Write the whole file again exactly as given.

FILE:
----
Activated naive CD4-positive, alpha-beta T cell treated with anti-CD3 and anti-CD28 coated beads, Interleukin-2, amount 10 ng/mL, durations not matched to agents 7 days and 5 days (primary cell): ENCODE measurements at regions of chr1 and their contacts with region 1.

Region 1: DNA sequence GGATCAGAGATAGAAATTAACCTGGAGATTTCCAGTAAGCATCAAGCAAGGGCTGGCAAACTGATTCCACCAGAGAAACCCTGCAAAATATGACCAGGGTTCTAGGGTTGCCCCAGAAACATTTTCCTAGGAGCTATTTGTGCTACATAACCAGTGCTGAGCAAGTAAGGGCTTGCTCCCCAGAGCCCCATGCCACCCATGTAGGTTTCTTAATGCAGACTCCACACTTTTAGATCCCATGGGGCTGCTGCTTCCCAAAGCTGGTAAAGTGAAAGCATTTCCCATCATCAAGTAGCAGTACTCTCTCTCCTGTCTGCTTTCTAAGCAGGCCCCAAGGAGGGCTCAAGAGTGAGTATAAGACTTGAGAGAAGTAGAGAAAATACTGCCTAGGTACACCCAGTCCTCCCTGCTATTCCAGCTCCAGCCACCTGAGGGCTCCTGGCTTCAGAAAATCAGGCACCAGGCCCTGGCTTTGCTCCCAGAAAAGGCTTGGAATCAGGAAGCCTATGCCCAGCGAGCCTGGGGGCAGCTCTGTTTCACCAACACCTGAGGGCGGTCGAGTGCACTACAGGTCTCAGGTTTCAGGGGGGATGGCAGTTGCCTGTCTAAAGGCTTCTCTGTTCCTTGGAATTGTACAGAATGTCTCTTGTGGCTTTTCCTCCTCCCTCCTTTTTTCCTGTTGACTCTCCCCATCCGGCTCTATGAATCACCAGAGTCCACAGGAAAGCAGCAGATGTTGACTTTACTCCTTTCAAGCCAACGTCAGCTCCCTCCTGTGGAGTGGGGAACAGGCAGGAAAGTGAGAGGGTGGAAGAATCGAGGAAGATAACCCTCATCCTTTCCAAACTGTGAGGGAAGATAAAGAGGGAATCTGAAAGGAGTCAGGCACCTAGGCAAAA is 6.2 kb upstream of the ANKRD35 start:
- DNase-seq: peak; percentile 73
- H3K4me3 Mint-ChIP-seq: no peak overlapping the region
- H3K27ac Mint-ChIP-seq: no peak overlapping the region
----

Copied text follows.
Activated naive CD4-positive, alpha-beta T cell treated with anti-CD3 and anti-CD28 coated beads, Interleukin-2, amount 10 ng/mL, durations not matched to agents 7 days and 5 days (primary cell): ENCODE measurements at regions of chr1 and their contacts with region 1.

Region 1: DNA sequence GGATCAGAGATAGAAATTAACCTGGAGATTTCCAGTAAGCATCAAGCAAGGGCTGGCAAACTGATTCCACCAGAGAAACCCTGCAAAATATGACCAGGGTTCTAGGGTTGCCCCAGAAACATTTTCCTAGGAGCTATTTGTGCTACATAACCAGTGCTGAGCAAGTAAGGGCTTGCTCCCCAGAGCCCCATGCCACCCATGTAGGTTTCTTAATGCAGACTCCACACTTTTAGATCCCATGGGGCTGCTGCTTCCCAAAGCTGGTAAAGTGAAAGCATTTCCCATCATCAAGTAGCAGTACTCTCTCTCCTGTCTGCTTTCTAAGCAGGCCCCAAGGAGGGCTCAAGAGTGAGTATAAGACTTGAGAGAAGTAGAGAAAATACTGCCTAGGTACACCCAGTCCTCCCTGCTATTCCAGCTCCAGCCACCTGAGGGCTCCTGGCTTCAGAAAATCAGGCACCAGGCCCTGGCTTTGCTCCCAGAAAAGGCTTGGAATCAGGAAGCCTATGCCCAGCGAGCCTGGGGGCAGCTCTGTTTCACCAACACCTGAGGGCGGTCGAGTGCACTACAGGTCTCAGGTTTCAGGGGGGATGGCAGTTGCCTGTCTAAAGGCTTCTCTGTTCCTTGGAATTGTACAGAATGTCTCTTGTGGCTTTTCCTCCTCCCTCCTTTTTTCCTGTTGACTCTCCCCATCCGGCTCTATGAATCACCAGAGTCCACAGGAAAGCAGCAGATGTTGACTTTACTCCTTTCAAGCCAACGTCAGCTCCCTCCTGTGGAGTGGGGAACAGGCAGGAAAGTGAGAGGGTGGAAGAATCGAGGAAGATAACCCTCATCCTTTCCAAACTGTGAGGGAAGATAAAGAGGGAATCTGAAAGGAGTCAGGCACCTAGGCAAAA is 6.2 kb upstream of the ANKRD35 start:
- DNase-seq: peak; percentile 73
- H3K4me3 Mint-ChIP-seq: no peak overlapping the region
- H3K27ac Mint-ChIP-seq: no peak overlapping the region